The essays in this volume, which explore the Canadian condition at the beginning of the eighties, deal with fundamental issues of concern to all thoughtful Canadians. The eight essayists are distinguished historians and political scientists: Louis Balthazar, Michael Bliss, Robert Craig Brown, Ramsay Cook, J.R. Mallory, H.V. Nelles, Donald Smiley, and Denis Smith. In addressing four basic themes - the nation and nationality, Quebec and the referendum, the economy and the state, and Parliament and politicians - they suggest new answers to those perennial Canadian questions: Who are we? What are we doing together? How shall we go about our common business? As the editors observe in their introduction: '...such matters as the identity, purpose, and functioning of a nation are the great issues of modern society, and each community and each age must resolve them anew. That task has fallen to Canadians at the dawn of the 1980s, and to the ongoing deliberations all the writers in this volume have made a contribution.'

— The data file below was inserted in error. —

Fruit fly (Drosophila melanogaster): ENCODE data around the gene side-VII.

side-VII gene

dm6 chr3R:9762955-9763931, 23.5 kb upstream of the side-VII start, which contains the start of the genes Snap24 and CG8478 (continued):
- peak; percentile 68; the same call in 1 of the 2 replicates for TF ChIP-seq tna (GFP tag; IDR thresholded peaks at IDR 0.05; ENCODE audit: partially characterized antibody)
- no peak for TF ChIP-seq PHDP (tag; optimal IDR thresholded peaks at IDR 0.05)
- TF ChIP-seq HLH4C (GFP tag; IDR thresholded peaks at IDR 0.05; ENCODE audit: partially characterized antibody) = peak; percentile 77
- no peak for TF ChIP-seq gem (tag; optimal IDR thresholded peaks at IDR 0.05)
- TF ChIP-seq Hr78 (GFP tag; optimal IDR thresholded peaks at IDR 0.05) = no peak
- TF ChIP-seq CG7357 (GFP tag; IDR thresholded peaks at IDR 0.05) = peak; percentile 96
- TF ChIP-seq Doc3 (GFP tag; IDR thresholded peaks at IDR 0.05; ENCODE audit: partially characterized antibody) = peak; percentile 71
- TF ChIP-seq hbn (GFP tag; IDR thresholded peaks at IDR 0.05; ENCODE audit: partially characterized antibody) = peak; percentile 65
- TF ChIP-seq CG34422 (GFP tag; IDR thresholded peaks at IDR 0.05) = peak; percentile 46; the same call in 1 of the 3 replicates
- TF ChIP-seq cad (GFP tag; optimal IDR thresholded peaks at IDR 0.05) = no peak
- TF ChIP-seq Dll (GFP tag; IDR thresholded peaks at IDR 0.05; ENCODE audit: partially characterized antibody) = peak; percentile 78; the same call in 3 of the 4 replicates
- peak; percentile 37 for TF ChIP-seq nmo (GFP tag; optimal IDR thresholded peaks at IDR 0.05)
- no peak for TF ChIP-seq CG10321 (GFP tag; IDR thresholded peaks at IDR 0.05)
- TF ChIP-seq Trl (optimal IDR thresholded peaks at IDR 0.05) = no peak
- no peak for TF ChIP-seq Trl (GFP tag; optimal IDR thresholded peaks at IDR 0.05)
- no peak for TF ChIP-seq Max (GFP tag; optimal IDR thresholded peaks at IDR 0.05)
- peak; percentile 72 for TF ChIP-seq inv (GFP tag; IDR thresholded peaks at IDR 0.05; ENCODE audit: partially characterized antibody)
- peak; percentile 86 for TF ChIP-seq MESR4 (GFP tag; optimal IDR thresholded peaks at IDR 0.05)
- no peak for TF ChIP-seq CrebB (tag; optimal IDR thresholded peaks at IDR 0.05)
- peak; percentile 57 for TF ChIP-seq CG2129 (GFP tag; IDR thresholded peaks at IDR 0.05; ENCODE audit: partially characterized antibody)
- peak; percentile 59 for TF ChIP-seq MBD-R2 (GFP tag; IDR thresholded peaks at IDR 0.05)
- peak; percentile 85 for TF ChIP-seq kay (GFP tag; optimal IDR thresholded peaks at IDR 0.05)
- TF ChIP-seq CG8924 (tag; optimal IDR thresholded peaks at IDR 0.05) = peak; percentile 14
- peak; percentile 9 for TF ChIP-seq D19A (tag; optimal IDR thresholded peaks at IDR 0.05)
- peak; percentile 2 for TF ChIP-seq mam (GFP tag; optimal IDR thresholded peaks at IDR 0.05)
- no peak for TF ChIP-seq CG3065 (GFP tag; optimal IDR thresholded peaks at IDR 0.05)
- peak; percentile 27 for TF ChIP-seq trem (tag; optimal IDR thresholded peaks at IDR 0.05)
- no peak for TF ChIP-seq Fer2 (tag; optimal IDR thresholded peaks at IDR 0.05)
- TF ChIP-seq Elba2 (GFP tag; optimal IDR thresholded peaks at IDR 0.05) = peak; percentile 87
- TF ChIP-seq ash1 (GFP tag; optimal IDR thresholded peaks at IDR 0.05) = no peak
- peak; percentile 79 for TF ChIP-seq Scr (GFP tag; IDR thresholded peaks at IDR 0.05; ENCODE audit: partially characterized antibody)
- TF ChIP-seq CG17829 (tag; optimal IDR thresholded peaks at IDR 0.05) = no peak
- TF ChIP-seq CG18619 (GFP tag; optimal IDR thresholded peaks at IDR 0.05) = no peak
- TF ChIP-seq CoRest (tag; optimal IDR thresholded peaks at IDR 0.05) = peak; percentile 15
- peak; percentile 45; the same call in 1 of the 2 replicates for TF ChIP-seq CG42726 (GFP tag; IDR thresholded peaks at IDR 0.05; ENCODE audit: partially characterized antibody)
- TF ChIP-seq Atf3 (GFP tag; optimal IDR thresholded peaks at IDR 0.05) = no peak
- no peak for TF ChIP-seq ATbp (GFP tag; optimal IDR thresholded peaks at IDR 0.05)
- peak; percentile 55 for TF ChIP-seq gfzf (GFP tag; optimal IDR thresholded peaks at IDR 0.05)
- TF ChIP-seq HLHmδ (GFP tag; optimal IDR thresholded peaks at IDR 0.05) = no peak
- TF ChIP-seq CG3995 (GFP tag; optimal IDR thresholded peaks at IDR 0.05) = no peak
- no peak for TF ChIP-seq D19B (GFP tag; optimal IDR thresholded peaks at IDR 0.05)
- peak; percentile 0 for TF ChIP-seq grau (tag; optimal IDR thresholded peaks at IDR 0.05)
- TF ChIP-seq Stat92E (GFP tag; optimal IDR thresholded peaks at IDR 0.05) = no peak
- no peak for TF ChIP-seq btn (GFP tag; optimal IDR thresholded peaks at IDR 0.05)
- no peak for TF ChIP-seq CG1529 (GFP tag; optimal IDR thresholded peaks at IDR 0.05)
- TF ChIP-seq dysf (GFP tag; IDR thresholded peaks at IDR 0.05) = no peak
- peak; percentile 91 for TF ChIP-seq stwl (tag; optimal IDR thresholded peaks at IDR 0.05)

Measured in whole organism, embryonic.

About the authors
Other titles by R. Kenneth Carty
Pivot or Pirouette?
The 1993 Canadian General Election
The Government Party
Political Dominance in Democracy
Big Tent Politics
The Liberal Party’s Long Mastery of Canada’s Public Life
Rebuilding Canadian Party Politics
Politics, Policy, and Government in British Columbia
Party Activists in British Columbia
When Citizens Decide
Lessons from Citizen Assemblies on Electoral Reform
Politics is Local
National Politics at the Grassroots